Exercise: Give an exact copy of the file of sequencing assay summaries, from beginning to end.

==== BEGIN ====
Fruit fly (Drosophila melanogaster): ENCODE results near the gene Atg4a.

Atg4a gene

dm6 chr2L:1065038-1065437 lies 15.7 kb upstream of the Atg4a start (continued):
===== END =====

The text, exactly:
Fruit fly (Drosophila melanogaster): ENCODE results near the gene Atg4a.

Atg4a gene

dm6 chr2L:1065038-1065437 lies 15.7 kb upstream of the Atg4a start (continued):